How to pay it?

You can pay SEVIS fee at:
http://www.ice.gov/sevis/i901/index.htm

Receipts

  • DHS will issue an official paper receipt (I-797) acknowledging every payment regardless of payment method.
  • Express delivery service for the I-797 receipt may be requested at additional cost.
  • Anyone who submits an individual fee electronically will be able to print out an electronic receipt immediately at the time of payment for use in advance of the mail delivery of the official paper receipt.
  • DO NOT LOSE THE I-797 RECEIPT, IT MUST BE ATTACHED WITH OTHER IMMIGRATION DOCUMENTS.

Frequently Asked Questions

When must continuing students (F-1, F-3, M-1, or M-3 non-immigrants that have begun, but not finished, a program) pay the SEVIS fee?
Continuing students must pay the SEVIS fee before:

  • Filing an application for reinstatement when they have been out of status for more than 5 months.
  • Applying for a new visa or returning to the U.S. after an absence of 5 months or more that did not involve authorized overseas study.
  • Filing an application for a change of status except for changes between F-1 and F-3 or between M-1 and M-3.

When must continuing exchange visitors (J-1 Non-immigrants who have begun, but not finished a program) pay the SEVIS fee?
Continuing exchange visitors must pay the SEVIS fee before:

  • Filing a reinstatement application after a substantive violation after they have been out of status between 121 and 269 days.

Applying for a change of exchange visitor category unless the new exchange visitor category is fee exempt (federally sponsored programs with program codes that start with G-1, G-2, or G-3).

Travel Tips

Your first month in the U.S. will be much more satisfying if you plan ahead. If you have not already done so, visit the U.S. educational advising center in your city, country, or region. Most advising centers offer helpful pre-departure orientations for new international students. They are typically more accessible than the U.S. consulate.

What to bring?

Do not check the following documents in your baggage. If your baggage is lost or delayed, you will be unable to present the documents at your port of entry. As a result, you may not be able to enter the United States

  • Your passport, valid for at least six months beyond the date of your expected stay;
  • SEVIS Form I-20.
  • Evidence of financial resources;
  • Evidence of student status, such as recent tuition receipts and transcripts;
  • Paper receipt for the SEVIS fee, Form I-797, and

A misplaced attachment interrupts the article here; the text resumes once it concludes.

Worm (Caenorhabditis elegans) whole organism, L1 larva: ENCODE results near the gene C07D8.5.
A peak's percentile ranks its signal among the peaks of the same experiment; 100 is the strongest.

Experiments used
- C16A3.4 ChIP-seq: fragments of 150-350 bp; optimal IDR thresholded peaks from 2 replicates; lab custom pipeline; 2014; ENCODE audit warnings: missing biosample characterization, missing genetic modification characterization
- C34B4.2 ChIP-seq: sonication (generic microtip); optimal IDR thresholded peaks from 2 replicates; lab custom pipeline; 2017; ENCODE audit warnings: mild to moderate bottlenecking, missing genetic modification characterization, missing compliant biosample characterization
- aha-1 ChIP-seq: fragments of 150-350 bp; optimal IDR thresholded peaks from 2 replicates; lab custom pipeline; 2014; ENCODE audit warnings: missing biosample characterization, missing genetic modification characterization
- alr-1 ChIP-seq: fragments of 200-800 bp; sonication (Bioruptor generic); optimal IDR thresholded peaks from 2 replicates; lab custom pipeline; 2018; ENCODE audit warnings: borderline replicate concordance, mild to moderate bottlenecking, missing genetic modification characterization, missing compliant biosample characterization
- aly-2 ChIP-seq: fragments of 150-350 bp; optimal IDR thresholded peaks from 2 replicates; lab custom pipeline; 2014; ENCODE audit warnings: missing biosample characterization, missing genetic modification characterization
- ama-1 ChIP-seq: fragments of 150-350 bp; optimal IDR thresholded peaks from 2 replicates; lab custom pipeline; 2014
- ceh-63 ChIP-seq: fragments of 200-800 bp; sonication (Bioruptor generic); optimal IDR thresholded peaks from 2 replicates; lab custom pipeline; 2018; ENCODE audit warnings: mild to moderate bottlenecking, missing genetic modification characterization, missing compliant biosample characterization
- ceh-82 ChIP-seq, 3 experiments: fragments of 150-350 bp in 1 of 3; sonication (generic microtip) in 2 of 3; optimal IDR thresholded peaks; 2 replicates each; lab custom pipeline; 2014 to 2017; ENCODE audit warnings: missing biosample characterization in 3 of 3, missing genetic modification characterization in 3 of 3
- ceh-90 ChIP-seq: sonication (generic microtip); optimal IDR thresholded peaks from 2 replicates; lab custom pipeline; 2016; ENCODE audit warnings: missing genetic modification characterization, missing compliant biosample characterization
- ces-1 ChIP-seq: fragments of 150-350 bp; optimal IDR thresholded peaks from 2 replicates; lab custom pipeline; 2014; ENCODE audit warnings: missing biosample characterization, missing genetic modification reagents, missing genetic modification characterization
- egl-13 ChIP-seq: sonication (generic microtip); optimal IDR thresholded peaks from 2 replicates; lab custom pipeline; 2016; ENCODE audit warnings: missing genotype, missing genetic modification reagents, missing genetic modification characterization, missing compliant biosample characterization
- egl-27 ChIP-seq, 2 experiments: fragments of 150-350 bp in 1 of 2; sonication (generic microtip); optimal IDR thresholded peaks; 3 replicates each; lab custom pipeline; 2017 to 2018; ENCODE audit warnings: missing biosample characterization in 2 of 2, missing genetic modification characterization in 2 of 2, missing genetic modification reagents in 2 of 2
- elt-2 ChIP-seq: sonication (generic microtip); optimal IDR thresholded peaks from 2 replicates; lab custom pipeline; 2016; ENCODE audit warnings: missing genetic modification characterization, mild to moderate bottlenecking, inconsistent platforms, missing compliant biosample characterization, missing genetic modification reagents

• Name and contact information for your “Designated School Official, Rick Lane”, including a 24-hour emergency contact number at the school. Bring with you to the United States any important documents that relate to your academic, medical, or legal history.
  • ALL INTERNATIONAL STUDENTS ARE REQUIRED TO BRING HEALTH AND IMMUNIZATION RECORDS.

YOU MUST ALSO BRING PERSONAL DOCUMENTS THAT YOU MIGHT NEED DURING YOUR STAY IN THE U.S. SUCH AS:

  • Official transcripts from secondary schools, colleges or universities (“official” means that they must have a stamp, seal, and/or signature.)
  • Medical and dental records, including certificates of immunizations and vaccinations
    Information and medical conditions or treatments, prescriptions for medication (including the generic and brand names), eyeglasses, and a copy of your Medical Insurance policy if you already have one.
  • Marriage certificates (if applicable)
  • Birth certificates for children (if applicable)
  • If possible, bring one document of identification at least one year old.

Obtain English translations of these documents and have the translations certified by a U.S. educational advising center or a U.S. consulate or embassy. Retain photocopies of all original documents for your records.

Other Things to Bring

Springfield’s climate varies from extremely warm to very cold.
However, in order to keep travel simple, try to bring as little as possible, and to have a comfortable trip; you can purchase cold weather gear after you arrive or bring only one jacket if you are arriving during winter. You are less likely to lose luggage if you follow the baggage limitations of the international airlines.
You may find, however, that bringing certain items from home will help you to feel more comfortable in your new surroundings. Do bring traditional wear and a few artifacts from your country, as there will be opportunities for you to share your traditions and culture during events and programs.

Financial Tips

Before the term begins you will pay for local transportation, possibly several nights of lodging off campus, and meals. Once on campus, your expenses will include:

  • Tuition and fees for the first term
  • Books and supplies
  • Housing deposits and rent
  • Health insurance premiums
  • Clothing appropriate for the Illinois climate
  • Household items